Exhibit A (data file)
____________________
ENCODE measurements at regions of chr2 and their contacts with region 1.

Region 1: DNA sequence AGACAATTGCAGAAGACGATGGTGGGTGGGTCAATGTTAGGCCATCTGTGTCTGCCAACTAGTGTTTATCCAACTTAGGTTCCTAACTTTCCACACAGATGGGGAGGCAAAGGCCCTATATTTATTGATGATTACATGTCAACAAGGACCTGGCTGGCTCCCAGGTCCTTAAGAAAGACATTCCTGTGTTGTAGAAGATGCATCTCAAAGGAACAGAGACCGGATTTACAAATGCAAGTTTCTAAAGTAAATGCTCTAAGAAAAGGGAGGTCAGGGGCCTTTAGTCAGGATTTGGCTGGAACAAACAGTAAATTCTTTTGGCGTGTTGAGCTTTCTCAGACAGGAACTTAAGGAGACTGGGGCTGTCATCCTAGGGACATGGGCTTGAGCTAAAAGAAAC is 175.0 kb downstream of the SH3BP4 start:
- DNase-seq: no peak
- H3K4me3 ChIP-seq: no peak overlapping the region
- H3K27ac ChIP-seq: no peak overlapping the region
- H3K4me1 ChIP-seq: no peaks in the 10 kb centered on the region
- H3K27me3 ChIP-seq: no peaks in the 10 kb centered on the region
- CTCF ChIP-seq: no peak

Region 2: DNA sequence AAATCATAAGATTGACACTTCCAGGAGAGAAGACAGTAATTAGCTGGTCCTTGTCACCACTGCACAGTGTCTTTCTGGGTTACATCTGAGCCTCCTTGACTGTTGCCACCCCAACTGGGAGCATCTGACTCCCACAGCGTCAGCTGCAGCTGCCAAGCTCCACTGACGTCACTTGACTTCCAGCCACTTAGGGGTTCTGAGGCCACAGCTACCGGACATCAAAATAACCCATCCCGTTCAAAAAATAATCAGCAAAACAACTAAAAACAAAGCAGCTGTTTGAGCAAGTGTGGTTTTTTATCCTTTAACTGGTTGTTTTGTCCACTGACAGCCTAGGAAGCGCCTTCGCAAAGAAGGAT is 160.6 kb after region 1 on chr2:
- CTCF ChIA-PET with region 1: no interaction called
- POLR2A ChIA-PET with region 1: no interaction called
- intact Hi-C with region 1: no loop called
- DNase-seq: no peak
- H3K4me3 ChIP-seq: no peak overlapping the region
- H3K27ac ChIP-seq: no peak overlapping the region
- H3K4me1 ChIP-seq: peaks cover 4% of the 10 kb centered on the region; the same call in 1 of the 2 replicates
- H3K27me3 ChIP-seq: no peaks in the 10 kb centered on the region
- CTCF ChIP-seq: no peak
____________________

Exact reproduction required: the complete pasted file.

ENCODE measurements at regions of chr2 and their contacts with region 1.

Region 1: DNA sequence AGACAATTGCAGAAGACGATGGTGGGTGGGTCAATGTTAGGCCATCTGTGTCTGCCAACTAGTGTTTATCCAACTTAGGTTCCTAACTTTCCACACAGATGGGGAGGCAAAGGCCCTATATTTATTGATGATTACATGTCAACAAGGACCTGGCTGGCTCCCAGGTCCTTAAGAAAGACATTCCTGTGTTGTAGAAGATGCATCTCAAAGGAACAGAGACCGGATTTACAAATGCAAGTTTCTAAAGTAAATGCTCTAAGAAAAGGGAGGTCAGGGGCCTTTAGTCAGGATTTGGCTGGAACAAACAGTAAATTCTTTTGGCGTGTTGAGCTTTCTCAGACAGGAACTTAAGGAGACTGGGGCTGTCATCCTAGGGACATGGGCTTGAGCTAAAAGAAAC is 175.0 kb downstream of the SH3BP4 start:
- DNase-seq: no peak
- H3K4me3 ChIP-seq: no peak overlapping the region
- H3K27ac ChIP-seq: no peak overlapping the region
- H3K4me1 ChIP-seq: no peaks in the 10 kb centered on the region
- H3K27me3 ChIP-seq: no peaks in the 10 kb centered on the region
- CTCF ChIP-seq: no peak

Region 2: DNA sequence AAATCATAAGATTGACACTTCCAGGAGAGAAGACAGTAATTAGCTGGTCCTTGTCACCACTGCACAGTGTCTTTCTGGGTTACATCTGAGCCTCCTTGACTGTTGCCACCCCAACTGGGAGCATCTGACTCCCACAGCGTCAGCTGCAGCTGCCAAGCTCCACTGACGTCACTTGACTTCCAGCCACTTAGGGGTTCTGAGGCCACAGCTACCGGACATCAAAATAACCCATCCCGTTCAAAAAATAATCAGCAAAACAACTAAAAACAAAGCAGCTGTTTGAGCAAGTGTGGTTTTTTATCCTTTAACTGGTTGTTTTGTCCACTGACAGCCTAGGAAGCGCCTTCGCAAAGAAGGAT is 160.6 kb after region 1 on chr2:
- CTCF ChIA-PET with region 1: no interaction called
- POLR2A ChIA-PET with region 1: no interaction called
- intact Hi-C with region 1: no loop called
- DNase-seq: no peak
- H3K4me3 ChIP-seq: no peak overlapping the region
- H3K27ac ChIP-seq: no peak overlapping the region
- H3K4me1 ChIP-seq: peaks cover 4% of the 10 kb centered on the region; the same call in 1 of the 2 replicates
- H3K27me3 ChIP-seq: no peaks in the 10 kb centered on the region
- CTCF ChIP-seq: no peak